- Darling-Hammond, Linda. “Unequal Opportunity: Race and Education.” Brookings, Brookings, 28 July 2016, www.brookings.edu/articles/unequal-opportunity-race-and-education/.
- Reeve, C. D. C., et al. The Trials of Socrates: Six Classic Texts. Hackett Pub. Co., 2002.
- Fry, Katherine. “Sex, Gender, and the Feminist Movement.” Thrive Global, 1 Feb. 2019, https://thriveglobal.com/stories/sex-gender-and-the-feminist-movement/.
- Galilei, G. Letter to the Grand Duchess Cristina of Tuscany, 1615 Retrieved from https://scitech.au.dk/fileadmin/site_files/science.au.dk/NF/Komm/DenbevaegedeJord/Letter_to_the_Grand_Duchess_Christina_of_Tuscany.1615__Gallilei.pdf
- Dubois, W E B. The Souls of Black Folk (1903). Retrieved from http://www.bartleby.com/114/100.html
- “Compulsory Education Laws: Background.” Findlaw, https://education.findlaw.com/education-options/compulsory-education-laws-background.html.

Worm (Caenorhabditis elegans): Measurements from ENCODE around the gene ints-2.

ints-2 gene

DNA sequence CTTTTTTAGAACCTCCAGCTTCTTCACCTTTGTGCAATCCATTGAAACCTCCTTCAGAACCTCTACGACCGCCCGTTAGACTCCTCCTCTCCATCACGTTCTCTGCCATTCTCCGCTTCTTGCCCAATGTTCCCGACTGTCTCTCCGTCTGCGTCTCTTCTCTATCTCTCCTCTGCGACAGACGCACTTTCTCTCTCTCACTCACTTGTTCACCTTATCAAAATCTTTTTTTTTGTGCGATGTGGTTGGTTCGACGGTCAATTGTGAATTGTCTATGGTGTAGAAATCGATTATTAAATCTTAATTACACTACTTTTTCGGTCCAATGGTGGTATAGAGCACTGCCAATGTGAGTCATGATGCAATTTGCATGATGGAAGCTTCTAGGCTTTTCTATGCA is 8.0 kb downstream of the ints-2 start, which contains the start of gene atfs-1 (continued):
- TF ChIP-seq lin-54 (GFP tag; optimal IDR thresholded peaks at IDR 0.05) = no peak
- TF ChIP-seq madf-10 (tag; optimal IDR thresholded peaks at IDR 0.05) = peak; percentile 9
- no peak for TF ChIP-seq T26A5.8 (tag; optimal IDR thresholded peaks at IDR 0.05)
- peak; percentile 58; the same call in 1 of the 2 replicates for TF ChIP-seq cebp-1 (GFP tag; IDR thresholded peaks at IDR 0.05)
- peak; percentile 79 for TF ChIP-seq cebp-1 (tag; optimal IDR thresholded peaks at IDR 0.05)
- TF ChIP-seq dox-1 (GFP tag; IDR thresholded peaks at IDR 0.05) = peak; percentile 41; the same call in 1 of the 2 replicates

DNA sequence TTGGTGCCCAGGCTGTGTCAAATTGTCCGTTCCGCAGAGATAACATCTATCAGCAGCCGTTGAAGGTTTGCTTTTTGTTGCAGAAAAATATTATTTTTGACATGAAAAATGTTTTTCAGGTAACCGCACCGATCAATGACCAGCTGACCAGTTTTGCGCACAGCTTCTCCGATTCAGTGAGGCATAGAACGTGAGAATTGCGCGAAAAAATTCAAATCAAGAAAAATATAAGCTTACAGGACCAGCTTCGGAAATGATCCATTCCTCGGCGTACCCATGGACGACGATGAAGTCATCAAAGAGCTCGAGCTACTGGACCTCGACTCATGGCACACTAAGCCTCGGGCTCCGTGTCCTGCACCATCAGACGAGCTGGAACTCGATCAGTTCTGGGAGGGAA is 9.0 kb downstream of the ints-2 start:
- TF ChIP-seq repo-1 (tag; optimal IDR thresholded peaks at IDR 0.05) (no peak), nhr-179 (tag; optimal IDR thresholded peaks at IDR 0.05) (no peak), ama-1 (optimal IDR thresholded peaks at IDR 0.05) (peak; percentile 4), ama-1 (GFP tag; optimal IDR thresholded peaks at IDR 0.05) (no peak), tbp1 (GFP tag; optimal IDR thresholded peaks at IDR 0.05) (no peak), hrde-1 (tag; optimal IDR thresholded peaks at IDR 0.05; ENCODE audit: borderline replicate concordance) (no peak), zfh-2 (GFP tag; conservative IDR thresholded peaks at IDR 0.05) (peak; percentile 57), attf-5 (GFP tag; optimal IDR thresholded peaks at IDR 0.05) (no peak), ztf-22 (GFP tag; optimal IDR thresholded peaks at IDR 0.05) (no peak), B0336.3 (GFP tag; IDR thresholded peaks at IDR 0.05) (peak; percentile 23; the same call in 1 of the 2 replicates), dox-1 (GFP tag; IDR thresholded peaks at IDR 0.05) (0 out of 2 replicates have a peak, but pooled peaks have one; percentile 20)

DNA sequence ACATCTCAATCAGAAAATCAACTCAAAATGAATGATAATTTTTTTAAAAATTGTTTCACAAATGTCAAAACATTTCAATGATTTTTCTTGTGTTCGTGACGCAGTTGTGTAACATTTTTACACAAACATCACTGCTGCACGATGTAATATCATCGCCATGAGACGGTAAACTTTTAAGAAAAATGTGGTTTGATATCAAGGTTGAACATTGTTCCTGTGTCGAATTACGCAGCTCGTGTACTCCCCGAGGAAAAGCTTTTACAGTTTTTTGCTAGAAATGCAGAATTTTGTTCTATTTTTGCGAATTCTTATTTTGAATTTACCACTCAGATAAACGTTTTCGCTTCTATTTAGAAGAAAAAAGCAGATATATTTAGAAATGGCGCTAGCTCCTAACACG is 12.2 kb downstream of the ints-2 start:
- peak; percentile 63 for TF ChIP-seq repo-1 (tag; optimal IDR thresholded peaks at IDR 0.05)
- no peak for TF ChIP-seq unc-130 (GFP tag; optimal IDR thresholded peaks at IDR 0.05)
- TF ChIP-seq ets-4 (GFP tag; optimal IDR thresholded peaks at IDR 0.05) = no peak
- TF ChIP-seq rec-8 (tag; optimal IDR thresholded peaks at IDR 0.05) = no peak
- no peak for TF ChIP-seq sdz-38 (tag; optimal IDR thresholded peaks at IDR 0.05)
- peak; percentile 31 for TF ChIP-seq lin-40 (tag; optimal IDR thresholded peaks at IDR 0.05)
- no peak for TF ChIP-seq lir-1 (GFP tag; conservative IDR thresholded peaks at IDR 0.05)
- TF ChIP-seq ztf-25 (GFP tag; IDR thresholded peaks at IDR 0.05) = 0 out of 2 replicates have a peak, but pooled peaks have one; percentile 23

- Wollstonecraft, M. A Vindication of the Rights of Woman (1793) Retrieved from https://www.earlymoderntexts.com/assets/pdfs/wollstonecraft1792.pdf
- Olivier. “Access to Education in the United States = Inequality.” Humanium, 7 July 2015, www.humanium.org/en/access-to-education-in-the-united-states-inequality/.
- Chesler, Belle. “Stop Defunding Our Public Schools.” The Nation, 18 Apr. 2019, www.thenation.com/article/oregon-education-defunding-public-schools/.
- Goldin, Claudia. “A Brief History of Education in the United States.” Historical Paper 119, Aug. 1999.
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Education in America: Navigating through a World of Unequal Opportunities. (2021, Feb 19). Retrieved from https://papersowl.com/examples/education-in-america-navigating-through-a-world-of-unequal-opportunities/